To put this into context, this is around the same temperature as the sparkling wine producing region in Champagne from 1961-1990.

But UK wine yields are much lower than that of Champagne: around 2,100 liters per hectare on average compared to 10,000 in Champagne.

We found that while average temperatures over the growing season have been above a key minimum threshold for ‘cool-climate’ viticulture for two decades, wine yields [in the UK] vary considerably,” ​said Nesbitt.

Weather variations and extreme events impact productivity from year to year, says the study. For example, frosts pose a particular threat to yields if they occur at critical times such as straight after bud-burst in spring.

The researchers found that spring months (April and May) have become warmer in the last 25 years. This is significant because it is when buds burst and initial shoot growth occurs, and so warmer temperatures indicate an earlier and longer season.

But warmer April temperatures lead to potential for increased vulnerability if a May air frost follows.

Wet weather in June, particularly with cool and overcast conditions, can delay flowering and reduce the number of berries and young grapes on vines. Researchers saw a correlation between high June rainfall and poor yield.

Sensitivity of Chardonnay and Pinot Noir

The popularity of Chardonnay and Pinot Noir puts the sector at greater risk as well, say the researchers.

“Critically, the drive to produce English sparkling wine has led to a significant change in dominant cultivars grown. Chardonnay and Pinot Noir are considered more marginalcultivars than those they have replaced and are possibly more affected by poor weather conditions,” ​says the study.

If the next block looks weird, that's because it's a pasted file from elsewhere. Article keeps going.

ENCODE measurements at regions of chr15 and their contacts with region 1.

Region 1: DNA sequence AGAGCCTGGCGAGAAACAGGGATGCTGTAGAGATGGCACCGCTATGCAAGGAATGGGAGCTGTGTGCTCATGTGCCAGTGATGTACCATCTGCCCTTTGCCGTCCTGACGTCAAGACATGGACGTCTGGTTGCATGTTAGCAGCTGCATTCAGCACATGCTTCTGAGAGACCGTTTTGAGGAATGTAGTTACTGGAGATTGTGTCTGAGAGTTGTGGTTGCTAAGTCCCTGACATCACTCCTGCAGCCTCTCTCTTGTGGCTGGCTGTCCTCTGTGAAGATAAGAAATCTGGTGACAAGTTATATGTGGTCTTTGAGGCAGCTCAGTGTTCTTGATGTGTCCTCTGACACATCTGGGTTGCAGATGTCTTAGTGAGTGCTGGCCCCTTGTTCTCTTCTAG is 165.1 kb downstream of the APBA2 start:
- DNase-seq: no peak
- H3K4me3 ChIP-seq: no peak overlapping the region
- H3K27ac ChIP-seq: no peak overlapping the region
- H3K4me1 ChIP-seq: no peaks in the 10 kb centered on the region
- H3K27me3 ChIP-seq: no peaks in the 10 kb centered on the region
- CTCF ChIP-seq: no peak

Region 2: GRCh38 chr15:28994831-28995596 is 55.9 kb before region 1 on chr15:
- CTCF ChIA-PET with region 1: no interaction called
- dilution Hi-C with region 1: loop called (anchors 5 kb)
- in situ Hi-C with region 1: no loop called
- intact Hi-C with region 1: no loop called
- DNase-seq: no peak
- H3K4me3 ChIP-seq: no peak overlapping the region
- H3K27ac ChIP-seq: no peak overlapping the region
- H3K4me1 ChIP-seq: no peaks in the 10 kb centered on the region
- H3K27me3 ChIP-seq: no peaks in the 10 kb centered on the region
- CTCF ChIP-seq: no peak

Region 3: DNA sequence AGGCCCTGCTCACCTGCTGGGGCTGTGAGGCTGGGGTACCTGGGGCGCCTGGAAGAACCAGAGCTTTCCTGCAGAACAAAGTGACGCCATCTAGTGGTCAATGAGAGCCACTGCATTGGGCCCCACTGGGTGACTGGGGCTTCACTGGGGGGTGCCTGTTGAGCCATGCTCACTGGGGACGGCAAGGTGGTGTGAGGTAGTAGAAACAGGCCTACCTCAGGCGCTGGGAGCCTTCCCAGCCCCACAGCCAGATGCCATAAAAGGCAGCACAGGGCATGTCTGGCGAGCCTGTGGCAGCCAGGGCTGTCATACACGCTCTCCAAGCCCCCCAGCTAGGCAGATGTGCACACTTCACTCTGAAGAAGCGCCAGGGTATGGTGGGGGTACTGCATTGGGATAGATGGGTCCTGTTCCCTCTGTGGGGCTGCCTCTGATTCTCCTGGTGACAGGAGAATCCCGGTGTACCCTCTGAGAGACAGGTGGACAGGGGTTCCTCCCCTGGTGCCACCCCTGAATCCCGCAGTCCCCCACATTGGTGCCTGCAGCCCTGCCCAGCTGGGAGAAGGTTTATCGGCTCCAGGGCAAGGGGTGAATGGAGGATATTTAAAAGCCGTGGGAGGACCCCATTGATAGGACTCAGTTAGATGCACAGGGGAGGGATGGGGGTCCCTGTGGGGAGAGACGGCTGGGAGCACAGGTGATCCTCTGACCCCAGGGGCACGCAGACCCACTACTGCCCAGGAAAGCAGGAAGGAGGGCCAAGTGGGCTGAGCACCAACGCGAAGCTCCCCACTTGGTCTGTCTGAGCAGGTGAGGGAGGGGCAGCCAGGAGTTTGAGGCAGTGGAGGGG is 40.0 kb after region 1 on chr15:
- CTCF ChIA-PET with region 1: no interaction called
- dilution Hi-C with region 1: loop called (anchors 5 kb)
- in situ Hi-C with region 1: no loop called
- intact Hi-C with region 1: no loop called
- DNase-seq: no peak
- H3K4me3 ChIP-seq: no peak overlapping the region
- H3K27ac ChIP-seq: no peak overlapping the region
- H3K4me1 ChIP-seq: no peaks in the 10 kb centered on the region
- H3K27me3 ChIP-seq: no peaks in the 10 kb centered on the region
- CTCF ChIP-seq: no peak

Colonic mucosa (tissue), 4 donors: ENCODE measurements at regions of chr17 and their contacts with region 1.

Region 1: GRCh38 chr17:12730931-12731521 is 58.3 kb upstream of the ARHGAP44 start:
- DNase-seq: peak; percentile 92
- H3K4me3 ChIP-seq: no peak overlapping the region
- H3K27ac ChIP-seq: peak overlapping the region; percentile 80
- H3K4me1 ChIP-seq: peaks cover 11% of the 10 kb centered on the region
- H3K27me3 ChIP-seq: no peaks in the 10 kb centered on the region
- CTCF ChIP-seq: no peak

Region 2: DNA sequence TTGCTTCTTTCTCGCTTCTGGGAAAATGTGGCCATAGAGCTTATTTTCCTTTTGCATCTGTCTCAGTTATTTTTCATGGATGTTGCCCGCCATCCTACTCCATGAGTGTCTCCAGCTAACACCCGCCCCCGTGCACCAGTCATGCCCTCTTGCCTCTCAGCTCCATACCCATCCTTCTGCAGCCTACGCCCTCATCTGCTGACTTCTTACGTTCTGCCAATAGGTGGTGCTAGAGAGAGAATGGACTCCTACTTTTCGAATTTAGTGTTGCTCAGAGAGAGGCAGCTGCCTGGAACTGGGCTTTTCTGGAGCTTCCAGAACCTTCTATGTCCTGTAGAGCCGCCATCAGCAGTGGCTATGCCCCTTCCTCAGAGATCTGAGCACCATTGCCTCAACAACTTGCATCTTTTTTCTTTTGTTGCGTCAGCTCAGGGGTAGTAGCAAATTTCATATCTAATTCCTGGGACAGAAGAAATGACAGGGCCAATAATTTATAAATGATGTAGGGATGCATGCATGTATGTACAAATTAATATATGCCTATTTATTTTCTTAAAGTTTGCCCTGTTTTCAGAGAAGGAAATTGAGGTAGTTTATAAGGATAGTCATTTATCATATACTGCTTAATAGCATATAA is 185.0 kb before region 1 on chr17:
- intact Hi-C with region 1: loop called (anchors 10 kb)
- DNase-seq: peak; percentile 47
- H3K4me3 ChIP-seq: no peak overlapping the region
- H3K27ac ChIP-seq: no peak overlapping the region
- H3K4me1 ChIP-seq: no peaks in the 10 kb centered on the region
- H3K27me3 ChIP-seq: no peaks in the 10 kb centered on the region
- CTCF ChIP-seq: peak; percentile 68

“It is perhaps their greater sensitivity to the UKs cool climate conditions that is reflected in a closer relationship, post 2004, between yield and growing season average temperature. The conclusion is that English sparkling wine production has risen, but as a result, the sector is now at greater risk from variability in average growing season conditions.”

More climate projections needed

The researchers conclude: “We have shown that UK yield still faces regular threats from unfavorable weather at key points in the calendar. Viticultural opportunities can be realized in years where these threats do not materialize.

“Viticulture in the UK is vulnerable to weather variability resulting from the UKs geographical positioning, a vulnerability recognized by producers. For those investing in UK, viticulture climatic risks may be ameliorated through management strategies, market forces and their ability to cope with lower yielding years. Projections for future climate conditions in the UK will support future risk analysis.”

Source: Australian Journal of Grape and Wine Research. Published April 1, 2016.

Title: ‘Climate and weather impacts on UK viticulture’ 

Authors: A. Nesbitt, B. Kemp, C. Steele, A. Lovett, S. Dorling.

Related topics R&D Beer & cider